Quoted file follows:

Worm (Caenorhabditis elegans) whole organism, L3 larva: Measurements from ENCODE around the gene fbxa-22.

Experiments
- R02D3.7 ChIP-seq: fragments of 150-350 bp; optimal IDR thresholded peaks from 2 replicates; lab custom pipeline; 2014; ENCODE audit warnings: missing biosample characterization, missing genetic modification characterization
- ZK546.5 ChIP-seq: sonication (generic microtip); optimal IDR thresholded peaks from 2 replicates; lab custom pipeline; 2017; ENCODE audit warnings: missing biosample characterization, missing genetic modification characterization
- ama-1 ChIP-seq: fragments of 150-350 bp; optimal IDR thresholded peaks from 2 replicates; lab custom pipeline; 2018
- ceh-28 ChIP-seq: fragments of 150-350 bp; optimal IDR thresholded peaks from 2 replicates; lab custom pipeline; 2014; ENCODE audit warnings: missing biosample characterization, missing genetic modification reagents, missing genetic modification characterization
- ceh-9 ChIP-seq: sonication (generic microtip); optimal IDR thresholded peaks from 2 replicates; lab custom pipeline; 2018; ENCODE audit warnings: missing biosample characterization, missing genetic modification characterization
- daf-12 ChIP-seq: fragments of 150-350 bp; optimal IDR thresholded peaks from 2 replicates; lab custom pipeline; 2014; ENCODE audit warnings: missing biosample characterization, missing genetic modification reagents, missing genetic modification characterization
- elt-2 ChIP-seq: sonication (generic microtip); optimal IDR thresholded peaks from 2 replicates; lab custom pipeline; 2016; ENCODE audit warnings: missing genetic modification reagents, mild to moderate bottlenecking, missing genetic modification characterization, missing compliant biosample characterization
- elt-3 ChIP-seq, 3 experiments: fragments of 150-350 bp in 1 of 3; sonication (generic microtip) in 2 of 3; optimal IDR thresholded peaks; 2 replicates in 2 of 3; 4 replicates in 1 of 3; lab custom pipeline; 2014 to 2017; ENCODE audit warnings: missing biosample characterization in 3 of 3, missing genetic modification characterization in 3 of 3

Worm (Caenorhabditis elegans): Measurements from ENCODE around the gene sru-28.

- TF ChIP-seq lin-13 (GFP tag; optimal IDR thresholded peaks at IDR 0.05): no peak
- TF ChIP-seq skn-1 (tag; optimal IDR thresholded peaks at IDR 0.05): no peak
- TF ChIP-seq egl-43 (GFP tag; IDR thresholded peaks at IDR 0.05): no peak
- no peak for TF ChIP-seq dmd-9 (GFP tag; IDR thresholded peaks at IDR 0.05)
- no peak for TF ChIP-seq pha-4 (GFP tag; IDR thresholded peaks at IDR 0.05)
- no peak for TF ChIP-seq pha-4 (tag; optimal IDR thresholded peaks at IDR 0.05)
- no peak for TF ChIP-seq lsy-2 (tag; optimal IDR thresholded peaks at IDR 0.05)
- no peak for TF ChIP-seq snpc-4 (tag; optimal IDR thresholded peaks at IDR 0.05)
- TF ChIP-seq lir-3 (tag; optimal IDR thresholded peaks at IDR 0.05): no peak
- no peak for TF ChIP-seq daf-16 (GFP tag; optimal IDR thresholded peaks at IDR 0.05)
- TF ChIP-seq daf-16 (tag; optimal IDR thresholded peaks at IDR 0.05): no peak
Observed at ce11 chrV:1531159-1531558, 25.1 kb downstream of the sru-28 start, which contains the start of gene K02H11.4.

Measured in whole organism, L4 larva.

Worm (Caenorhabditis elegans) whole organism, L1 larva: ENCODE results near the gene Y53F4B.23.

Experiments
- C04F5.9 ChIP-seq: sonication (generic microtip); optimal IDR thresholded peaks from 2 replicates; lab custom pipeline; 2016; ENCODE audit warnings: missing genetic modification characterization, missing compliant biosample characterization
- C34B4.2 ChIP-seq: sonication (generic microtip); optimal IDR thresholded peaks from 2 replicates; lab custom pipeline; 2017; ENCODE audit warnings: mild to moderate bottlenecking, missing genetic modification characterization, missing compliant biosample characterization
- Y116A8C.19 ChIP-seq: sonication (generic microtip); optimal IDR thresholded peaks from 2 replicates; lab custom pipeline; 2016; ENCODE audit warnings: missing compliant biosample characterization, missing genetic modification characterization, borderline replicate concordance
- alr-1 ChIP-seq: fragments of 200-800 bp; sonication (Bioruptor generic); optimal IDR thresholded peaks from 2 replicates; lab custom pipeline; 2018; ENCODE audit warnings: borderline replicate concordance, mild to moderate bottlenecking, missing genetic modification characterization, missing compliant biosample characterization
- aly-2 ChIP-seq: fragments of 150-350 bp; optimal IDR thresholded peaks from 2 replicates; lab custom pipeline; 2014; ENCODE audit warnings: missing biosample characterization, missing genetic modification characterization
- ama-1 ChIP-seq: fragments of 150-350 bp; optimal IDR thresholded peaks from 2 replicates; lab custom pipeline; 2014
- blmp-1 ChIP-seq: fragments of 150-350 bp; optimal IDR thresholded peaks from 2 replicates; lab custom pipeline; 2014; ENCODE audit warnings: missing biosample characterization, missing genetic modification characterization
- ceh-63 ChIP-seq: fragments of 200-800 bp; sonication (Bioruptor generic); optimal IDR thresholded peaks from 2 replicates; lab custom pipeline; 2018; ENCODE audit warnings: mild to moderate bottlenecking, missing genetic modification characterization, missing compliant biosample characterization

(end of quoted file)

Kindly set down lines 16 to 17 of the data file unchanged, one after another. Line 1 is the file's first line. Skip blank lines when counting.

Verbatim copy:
- no peak for TF ChIP-seq pha-4 (GFP tag; IDR thresholded peaks at IDR 0.05)
- no peak for TF ChIP-seq pha-4 (tag; optimal IDR thresholded peaks at IDR 0.05)